2. Jasiu:

    Specifically speaking:

    Avoid commenting about the suffering of your own race to Polish people. Our own people have been through more than most of the world realizes so spare us. This would mean Siberia is a bad thing to get started on as well.

    I wouldnt recommend using Stalin and Russian national hero in the same sentence especially in eastern Poland.

    And as far as history goes…What do you mean? The United States approved version of history because that itself is a joke.

    Oh and if you think you are speaking to a hard-core Polish soccer hooligan…RUN AWAY FAST

  3. Alicja:

    Hmm… Don’t even try to breach the topic of health unless you have A LOT of free time. Be prepared for a long monologue on: a) your interlocutor’s and their family’s own ailments, in excruciating detail, b) why the public health system sucks, which invariably segues into politics, c) some miraculous drug that you absolutely have to take because it has helped your neighbor’s wife’s cousin.

    Many Poles seem to think they always know better than doctors…

  4. PMK:

    WWII is still a pretty tender subject (so is anything connected to the Uprising, Soviets/Russians, and the Warsaw Ghetto Uprising (especially in comparison with the Warsaw Uprising.))

  5. Anna:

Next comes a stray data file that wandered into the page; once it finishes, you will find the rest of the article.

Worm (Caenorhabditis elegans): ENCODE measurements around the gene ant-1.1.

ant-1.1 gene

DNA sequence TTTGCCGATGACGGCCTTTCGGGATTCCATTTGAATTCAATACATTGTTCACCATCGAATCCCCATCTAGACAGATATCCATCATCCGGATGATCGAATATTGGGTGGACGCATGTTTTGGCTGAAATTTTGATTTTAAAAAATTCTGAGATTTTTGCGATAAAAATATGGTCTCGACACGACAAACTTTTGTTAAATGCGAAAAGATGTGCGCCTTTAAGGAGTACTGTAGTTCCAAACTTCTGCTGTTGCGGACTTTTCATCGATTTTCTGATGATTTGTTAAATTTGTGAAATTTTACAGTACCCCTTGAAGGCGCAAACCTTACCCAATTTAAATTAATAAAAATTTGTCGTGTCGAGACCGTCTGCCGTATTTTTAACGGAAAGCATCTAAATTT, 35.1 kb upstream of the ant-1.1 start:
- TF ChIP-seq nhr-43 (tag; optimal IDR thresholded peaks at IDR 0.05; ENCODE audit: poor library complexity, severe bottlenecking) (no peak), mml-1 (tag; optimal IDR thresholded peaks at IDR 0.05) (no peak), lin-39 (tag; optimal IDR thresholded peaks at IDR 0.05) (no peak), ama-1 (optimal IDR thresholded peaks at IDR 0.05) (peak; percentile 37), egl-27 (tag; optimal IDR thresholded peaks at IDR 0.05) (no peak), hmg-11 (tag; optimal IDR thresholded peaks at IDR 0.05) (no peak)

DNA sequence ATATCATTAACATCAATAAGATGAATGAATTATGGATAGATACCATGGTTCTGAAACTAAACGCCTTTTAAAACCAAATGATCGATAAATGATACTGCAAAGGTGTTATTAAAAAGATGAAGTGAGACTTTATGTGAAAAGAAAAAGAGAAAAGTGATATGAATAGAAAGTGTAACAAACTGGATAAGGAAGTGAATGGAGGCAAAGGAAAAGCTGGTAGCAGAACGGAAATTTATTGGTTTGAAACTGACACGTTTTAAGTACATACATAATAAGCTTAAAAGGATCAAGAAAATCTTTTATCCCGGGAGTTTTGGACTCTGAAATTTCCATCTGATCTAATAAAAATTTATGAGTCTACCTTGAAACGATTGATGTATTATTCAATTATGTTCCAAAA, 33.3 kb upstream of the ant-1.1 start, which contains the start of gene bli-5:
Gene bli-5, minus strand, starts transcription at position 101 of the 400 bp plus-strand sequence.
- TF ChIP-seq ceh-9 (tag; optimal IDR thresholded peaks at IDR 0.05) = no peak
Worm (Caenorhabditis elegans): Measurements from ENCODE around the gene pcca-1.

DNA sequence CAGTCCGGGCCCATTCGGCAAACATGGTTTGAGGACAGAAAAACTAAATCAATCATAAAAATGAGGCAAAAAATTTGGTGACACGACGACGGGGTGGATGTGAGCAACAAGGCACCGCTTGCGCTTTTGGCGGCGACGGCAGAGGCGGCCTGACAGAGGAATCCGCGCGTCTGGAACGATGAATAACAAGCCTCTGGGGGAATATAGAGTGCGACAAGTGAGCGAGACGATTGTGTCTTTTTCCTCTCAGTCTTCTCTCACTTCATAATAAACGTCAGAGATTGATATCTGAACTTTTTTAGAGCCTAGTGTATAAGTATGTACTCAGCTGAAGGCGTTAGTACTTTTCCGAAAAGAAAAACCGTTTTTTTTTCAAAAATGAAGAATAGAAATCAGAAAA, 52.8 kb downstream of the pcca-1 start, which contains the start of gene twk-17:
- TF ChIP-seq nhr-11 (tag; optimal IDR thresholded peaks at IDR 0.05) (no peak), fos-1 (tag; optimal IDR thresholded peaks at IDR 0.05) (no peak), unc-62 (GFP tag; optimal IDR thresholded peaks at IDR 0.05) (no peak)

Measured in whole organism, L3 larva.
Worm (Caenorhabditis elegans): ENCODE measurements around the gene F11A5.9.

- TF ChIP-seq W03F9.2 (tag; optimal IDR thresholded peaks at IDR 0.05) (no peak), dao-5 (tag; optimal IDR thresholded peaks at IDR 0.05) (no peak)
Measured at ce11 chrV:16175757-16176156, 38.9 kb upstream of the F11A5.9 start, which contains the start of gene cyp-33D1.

I come from Poland an I agree 100% with this post from Anna( acommon name in our country(: It is so so so true especially cafeteria Catholics

  6. tomek:

    man, i feel so bad to say it but during the last twenty years i’ve learned to avoid the following topics, especially when traveling through the countryside: jews and israel, homosexuality, the pope john paul II, religion and the church in general, the plane crash in smolensk, skin color related topics. to mention the worst. doesn’t sound funny, right? yep, it isn’t. but on the other hand, i wouldn’t start a conversation about politics or ww2 or homosexuality in any other country neither. you never know who you are talking to.

  7. mary:

    you are so right. talking with family and friends, anything and everything can be discussed. when got older and heard “others” talking on the same subjects as parents and friends had, I thought they were all very uninformed. So do keep your knowledge to yourself